Simple Instrument – Pocket Piano

For this assignment, I built a PocketPiano – this is a simple 4-key handheld piano. The schematic and the actual device are shown below.  This device can be used with only one hand. Each button has a corresponding sound, determined by different frequencies. the buttons themselves serve as signifiers, since for most people, it is intuitive to press a button even without instruction to do so.  The accordance is the ability to play music, or more specifically, a single note for each button. 

Device: 

Schematic: 

Code:

 

Assignment 6

For this assignment, I created a basic piano – called PocketPiano – that only has four notes and four buttons for keys. For every note you play, the serial monitor shows you the corresponding color to that note. 

This is the code: 

 

This is the serial monitor: 

This is the instrument:

 

Assignment 5

For this assignment, the servo moves 180 degrees when a button is pressed followed by a short tune. Then the servo goes back to its starting position.

This is the schematic:

This is the code:

 

This is the serial monitor:

Assignment 4 – servomotors

For this assignment, I made the servomotor move 50 degrees rapidly in a bright environment, and move 180 degrees slowly in a dark environment. 

The schematic is shown below: 

The code: 

The serial monitor while varying brightness: 

Assignment 3

Part A: 

The Analog>Fading tutorial and Basic>Fade tutorial essentially produce the same effect on the LED – a fading  brightness effect – and both use analogWrite. However they function in different ways.

The Analog>Fading presets the upper and lower limits for brightness and sets the fade increment to oscillate within those two values. It uses separate for() loops for the brightening and dimming. The fade increment is set separately as +5 and -5 for each loop. This type of fade can be utilized for multiple LEDs at once, as shown in the tutorial.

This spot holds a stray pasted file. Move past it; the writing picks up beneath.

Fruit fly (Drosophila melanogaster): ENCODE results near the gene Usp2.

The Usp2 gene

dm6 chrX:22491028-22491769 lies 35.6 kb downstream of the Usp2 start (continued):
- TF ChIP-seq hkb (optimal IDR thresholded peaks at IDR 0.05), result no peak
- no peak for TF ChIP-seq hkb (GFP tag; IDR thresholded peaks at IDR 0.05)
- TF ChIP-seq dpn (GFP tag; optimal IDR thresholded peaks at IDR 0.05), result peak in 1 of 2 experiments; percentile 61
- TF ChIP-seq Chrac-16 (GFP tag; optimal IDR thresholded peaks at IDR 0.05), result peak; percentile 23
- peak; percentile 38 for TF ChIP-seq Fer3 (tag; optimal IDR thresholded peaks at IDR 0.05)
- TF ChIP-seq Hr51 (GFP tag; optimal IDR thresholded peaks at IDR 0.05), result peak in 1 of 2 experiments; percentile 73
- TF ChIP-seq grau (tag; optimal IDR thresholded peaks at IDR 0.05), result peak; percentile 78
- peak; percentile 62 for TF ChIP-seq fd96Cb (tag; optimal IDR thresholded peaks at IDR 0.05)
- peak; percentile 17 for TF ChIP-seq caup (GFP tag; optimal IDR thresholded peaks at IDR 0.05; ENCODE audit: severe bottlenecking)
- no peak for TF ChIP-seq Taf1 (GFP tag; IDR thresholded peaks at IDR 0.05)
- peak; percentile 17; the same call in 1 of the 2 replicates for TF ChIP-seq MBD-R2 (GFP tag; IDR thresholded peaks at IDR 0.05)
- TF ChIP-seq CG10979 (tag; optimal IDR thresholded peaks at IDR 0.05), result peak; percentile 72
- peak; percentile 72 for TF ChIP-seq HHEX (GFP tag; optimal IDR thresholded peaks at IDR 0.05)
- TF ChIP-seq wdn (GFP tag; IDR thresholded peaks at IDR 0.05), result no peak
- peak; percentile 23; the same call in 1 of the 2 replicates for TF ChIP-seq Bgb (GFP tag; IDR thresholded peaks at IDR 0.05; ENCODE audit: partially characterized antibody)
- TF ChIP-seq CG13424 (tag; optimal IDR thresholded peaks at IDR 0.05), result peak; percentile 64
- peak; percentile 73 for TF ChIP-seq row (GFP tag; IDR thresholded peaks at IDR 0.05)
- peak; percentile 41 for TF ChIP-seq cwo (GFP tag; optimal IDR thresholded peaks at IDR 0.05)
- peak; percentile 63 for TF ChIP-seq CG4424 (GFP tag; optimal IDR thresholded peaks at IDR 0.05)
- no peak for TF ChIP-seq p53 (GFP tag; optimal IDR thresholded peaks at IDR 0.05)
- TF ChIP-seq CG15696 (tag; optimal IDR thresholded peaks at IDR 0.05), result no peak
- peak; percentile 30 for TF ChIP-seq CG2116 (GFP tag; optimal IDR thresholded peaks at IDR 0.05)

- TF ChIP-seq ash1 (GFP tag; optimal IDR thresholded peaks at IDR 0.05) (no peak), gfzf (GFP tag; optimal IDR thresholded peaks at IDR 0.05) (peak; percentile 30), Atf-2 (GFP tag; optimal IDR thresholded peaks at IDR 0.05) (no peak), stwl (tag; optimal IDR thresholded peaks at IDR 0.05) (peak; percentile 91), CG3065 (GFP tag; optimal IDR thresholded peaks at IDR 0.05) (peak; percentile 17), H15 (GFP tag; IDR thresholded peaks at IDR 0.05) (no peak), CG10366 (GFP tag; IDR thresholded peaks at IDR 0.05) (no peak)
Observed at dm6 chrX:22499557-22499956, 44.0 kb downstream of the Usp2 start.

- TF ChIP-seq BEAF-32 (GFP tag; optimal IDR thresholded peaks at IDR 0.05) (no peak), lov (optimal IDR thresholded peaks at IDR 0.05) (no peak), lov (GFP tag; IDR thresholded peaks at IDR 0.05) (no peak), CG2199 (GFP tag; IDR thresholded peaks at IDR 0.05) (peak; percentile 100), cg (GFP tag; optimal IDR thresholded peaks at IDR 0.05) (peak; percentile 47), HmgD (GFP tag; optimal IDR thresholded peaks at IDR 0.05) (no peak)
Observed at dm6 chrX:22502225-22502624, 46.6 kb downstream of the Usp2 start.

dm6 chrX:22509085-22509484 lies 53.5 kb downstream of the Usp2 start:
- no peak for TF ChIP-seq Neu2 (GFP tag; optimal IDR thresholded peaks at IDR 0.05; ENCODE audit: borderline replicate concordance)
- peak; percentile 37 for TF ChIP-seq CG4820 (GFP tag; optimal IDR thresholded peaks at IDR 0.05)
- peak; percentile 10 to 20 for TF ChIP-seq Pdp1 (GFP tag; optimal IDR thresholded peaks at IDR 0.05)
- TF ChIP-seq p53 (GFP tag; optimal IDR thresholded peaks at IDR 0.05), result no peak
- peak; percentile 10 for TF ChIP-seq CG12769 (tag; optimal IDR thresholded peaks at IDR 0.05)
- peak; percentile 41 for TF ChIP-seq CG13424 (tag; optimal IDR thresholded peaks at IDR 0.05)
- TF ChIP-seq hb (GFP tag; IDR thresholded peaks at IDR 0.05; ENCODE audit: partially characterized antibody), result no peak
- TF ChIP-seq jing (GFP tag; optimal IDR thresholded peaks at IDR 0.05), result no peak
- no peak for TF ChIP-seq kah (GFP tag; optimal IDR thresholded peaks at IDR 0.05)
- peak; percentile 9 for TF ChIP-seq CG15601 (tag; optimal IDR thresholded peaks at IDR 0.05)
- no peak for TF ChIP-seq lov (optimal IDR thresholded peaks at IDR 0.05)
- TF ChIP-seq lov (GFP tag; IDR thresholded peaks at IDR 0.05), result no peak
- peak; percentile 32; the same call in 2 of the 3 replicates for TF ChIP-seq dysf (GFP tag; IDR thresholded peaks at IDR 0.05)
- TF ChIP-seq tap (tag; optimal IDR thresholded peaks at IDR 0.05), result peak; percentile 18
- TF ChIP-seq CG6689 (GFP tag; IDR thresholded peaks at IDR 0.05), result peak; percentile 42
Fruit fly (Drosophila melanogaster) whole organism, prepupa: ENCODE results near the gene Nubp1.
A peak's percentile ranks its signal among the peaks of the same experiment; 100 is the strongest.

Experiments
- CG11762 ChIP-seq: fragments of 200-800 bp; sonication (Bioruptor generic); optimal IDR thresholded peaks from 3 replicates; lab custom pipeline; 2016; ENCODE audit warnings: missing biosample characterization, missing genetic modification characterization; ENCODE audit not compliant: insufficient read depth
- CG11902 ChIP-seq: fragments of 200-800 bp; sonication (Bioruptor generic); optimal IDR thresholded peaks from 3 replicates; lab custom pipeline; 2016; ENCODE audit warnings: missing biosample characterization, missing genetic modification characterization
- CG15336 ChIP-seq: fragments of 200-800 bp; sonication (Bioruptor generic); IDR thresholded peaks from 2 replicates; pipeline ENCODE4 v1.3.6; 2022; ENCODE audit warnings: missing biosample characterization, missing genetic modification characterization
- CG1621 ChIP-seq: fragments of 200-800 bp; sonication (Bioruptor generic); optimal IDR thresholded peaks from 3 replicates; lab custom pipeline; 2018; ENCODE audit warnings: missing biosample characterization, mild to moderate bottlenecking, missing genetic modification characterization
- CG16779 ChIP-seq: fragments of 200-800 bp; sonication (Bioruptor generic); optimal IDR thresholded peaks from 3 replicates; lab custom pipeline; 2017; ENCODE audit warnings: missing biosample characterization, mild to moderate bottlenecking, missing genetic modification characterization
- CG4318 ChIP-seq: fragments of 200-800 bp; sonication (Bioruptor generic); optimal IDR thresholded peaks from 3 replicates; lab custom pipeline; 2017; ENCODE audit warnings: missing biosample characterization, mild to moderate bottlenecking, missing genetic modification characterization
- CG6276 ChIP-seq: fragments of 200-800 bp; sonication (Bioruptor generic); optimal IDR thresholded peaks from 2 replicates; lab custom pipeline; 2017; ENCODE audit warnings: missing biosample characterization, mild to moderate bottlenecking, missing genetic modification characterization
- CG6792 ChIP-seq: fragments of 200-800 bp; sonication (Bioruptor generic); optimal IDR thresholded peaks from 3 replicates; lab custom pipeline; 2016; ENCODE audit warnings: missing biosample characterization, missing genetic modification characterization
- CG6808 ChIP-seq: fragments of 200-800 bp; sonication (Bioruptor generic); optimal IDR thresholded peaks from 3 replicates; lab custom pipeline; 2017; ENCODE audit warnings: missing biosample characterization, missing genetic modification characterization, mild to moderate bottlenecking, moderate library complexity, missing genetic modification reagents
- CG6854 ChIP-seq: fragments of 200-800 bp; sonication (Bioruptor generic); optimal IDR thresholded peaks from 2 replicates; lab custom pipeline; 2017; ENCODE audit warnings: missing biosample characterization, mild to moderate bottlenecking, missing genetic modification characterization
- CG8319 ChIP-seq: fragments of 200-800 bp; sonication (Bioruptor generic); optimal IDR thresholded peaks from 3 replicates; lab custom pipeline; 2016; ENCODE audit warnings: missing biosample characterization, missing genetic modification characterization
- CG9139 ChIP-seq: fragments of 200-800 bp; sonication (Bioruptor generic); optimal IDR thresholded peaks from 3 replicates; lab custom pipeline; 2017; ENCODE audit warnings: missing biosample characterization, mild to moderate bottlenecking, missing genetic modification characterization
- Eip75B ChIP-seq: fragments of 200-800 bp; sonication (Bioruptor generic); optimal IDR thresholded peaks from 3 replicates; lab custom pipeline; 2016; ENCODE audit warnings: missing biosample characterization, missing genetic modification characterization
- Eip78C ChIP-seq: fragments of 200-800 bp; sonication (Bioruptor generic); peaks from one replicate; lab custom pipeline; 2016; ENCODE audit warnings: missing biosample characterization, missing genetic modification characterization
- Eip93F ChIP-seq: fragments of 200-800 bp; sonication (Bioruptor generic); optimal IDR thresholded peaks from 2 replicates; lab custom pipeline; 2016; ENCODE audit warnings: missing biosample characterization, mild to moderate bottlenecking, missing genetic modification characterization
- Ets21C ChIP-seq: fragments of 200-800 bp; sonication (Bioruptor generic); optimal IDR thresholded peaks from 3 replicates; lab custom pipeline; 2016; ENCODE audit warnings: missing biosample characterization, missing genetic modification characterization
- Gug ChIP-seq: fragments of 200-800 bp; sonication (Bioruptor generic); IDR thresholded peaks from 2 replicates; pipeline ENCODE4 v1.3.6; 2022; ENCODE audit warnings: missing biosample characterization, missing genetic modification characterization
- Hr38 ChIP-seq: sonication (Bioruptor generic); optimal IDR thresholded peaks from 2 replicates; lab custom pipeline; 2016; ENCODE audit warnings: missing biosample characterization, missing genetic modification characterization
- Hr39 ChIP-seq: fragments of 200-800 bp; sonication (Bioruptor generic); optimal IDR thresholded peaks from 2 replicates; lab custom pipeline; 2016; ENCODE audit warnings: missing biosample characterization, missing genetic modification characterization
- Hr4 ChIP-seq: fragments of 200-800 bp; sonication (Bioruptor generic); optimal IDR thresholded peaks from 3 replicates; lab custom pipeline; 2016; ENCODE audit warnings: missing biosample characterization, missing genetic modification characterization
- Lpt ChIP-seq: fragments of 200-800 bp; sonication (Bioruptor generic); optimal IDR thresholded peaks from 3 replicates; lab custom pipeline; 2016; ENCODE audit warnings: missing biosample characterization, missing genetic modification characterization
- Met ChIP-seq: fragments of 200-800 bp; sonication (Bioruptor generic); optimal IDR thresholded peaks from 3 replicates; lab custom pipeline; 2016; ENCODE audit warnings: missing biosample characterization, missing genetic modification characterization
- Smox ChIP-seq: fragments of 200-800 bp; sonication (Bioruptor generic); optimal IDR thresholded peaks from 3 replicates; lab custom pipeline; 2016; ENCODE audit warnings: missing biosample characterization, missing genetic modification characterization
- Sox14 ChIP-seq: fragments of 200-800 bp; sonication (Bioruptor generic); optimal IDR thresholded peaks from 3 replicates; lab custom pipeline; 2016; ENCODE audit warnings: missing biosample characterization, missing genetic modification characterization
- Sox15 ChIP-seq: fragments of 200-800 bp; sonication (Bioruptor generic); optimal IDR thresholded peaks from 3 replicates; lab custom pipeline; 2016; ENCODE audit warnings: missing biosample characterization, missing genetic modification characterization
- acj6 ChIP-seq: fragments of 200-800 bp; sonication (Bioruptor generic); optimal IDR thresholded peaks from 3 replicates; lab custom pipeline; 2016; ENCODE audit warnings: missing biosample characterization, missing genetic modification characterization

The Basic>Fade keeps resetting the brightness variable and uses analogWrite to control the brightness of the LED. The brightness value becomes the previous brightness plus the fade increment and once it reaches the limits 0 or 255, the fade increment becomes a reduction of the same value. The microcontroller keeps saving the brightness as a new value with each execution of the loop. Since There is only one single loop() function, this code can only be used for a single LED at one time. 

Part B:

Below is the code for the Serial.print, along with a screenshot of the serial monitor printing the values and labels.  

Part C: 

Below is the code for “Blink without delay”. I inserting two serial.print functions, for every time the light switches from on to off or off to on. This is just to corroborate that the blinking is in line with the code and not random. Also, in the case it does’t work, the serial.print is helpful to determine whether the problem is in the code or the circuit.  

 

Assignment 3

This circuit blinks a red LED at different brightness values for different amounts of times and then fades a blue LED for an indefinite amount of time.  The red LED blinks has a set blinking pattern and then turns off – this is because the code is written in the setup() section, which means once Arduino executes the code once, it stops. The blue LED, however, is controlled by the loop() section, meaning the code will keep running over and over again once it reaches the end.  The Serial.printIn() is included in the loop, which allows the serial monitor to print out the brightness values of the fading blue LED every time the fade amount increment changes.